Americans count among the least trusting of the medical profession, according to an international health care survey. The findings, which appeared in a recent issue of the New England Journal of Medicine, show significant levels of suspicion of doctors, especially among those who make less than $30,000 annually.
Researchers studied public health polls dating back four decades, including one conducted by a consortium of universities between 2011 and 2013 during which people in 29 countries answered survey questions. In that poll, 58 percent of Americans said they trust the medical profession, placing the United States in 24th place with Croatia.
“It fits with decades of data on the American public’s trust in institutions, in general,” Michael Gusmano, a scholar at the Hastings Center, a Garrison, N.Y.-based research institute that focuses on health care, told WebMD.
Skepticism of the medical profession hasn’t happened without any reason. Experts point to unequal access to health care and the “commercialization” of American medicine as key factors at play in that damaged relationship. Some people say that members of the medical field often seem more concerned about protecting their financial interests than caring for patients, especially those from less affluent backgrounds.
Big Pharma has historically tried to influence the advice that doctors give patients, something that may make Americans wary of the field in general. In exchange for their endorsement of prescription medications, physicians receive free samples and gifts that include coffee mugs emblazoned with the drug company’s logo, tickets to sporting events, expensive dinners, and trips to exotic destinations. At the peak of Big Pharma’s profitable relationship with the medical industry in 2007, more than 100,000 representatives made visits to more than 650,000 physicians across the country.
This can sometimes have a direct effect on patients. A Centers for Disease Control and Prevention (CDC) study in August, for example, found that doctors in hospitals with a strong black patient base encouraged breastfeeding to expectant mothers at a rate 15 percentage points less than that of their white counterparts, due in part to a relationship between the facility and manufacturers of baby formula.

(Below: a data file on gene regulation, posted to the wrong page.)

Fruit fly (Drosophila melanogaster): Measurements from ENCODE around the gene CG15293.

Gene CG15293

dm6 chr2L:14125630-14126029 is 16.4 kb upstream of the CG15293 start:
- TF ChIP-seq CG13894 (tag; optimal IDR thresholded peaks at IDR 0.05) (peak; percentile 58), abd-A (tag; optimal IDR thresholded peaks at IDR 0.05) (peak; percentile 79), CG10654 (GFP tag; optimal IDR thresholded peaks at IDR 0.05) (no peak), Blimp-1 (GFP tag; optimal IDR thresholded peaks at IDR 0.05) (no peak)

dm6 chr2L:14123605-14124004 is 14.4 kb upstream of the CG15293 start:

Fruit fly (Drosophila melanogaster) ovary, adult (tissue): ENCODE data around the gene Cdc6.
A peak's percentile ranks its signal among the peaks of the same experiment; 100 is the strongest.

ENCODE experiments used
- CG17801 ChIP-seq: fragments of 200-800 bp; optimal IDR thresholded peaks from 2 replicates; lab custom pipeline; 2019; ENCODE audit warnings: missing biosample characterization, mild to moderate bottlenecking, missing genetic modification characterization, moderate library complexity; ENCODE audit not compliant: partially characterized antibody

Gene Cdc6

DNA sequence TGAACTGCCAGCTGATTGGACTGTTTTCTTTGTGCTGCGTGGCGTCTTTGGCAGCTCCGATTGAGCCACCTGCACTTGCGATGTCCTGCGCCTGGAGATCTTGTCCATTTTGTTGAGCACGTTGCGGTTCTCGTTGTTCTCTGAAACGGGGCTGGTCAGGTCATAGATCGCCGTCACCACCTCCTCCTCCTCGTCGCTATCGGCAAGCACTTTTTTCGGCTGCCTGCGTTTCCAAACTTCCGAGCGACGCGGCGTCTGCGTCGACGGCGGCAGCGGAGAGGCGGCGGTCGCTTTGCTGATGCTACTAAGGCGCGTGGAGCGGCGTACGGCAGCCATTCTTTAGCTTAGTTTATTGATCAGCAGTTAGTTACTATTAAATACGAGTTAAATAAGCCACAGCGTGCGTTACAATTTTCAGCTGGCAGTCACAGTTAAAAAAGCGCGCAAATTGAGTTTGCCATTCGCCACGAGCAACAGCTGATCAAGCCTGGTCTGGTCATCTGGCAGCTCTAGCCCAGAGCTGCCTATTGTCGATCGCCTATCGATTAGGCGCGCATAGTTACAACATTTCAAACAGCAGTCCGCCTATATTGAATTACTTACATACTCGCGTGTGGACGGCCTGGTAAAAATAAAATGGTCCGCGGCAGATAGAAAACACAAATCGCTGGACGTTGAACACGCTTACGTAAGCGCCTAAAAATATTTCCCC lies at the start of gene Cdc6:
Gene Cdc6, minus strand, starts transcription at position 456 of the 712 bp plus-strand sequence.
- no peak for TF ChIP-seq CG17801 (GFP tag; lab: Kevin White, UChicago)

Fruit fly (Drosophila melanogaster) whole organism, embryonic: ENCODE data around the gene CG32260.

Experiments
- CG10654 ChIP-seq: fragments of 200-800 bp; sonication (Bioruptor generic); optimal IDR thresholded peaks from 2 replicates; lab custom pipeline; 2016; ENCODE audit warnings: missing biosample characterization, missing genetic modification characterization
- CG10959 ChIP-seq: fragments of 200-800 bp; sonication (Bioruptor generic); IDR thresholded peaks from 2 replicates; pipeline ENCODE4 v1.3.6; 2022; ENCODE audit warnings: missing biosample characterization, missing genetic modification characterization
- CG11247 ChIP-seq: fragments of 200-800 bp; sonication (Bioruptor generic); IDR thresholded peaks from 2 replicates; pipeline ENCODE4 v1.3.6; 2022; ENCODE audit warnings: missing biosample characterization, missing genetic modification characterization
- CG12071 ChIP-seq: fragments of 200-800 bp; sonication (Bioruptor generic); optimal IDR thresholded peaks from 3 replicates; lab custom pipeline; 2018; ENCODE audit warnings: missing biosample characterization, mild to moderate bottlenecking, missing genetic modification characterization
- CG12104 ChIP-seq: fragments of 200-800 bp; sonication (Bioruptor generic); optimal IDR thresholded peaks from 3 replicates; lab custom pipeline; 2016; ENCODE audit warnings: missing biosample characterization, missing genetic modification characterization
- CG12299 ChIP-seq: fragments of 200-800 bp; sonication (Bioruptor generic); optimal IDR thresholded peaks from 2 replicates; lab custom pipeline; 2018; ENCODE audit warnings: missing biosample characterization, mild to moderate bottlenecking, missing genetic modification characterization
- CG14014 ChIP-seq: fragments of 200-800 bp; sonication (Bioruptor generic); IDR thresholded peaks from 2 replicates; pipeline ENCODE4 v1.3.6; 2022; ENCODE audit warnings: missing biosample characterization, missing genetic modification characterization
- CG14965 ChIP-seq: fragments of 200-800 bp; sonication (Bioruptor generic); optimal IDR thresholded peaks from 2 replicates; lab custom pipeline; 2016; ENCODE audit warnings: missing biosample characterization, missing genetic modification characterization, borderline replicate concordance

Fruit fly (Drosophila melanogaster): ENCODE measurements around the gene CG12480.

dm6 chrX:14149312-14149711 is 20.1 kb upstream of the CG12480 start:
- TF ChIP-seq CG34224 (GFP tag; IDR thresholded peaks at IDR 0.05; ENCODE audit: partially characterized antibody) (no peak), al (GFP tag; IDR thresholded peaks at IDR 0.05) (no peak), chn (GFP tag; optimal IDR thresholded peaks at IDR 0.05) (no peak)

Americans’ mistrust of the medical industry has been on full display in the weeks since American Ebola patient zero Thomas Eric Duncan died in a Dallas hospital.
Days after CDC officials assured Americans that the disease would spread no further, two nurses who treated Duncan tested positive for Ebola. Many of the nurses who had direct contact with patient zero before he succumbed criticized the medical establishment, saying nurses at Presbyterian Hospital in Dallas treated Duncan for days in an open space in the emergency room under constantly changing protocols and without sufficient protective gear.
The controversy has discouraged some Americans from trusting what CDC officials are saying about the United States’ ability to contain the virus. According to one recent poll, nearly half of Americans don’t think their local hospital could safely treat an Ebola case.
That has facilitated the spread of panic about Ebola — anxiety that may pose a bigger threat to Americans than the virus itself. Instead of listening to federal health officials, many Americans have looked to sensationalized media reports and reckless words of commentators and politicians as indicators of Ebola’s impact in the United States.
There are other examples of how some Americans’ mistrust of the medical profession undermines public health. An increasing number of parents are skipping or delaying their children’s recommended vaccination, due in part to a belief that the injections cause autism and other sicknesses. Members of the scientific community beg to differ, especially since vaccinations in the last two decades have prevented nearly 700,000 deaths. But the parents who choose to delay their kids’ vaccines don’t trust scientists’ opinions on the subject.
The study recently published in the New England Journal of Medicine does have another significant finding: Even when Americans are skeptical of the medical industry as a whole, they do trust their own doctor. So information about things like Ebola and vaccinations might need to come from those immediate sources rather than national spokespeople.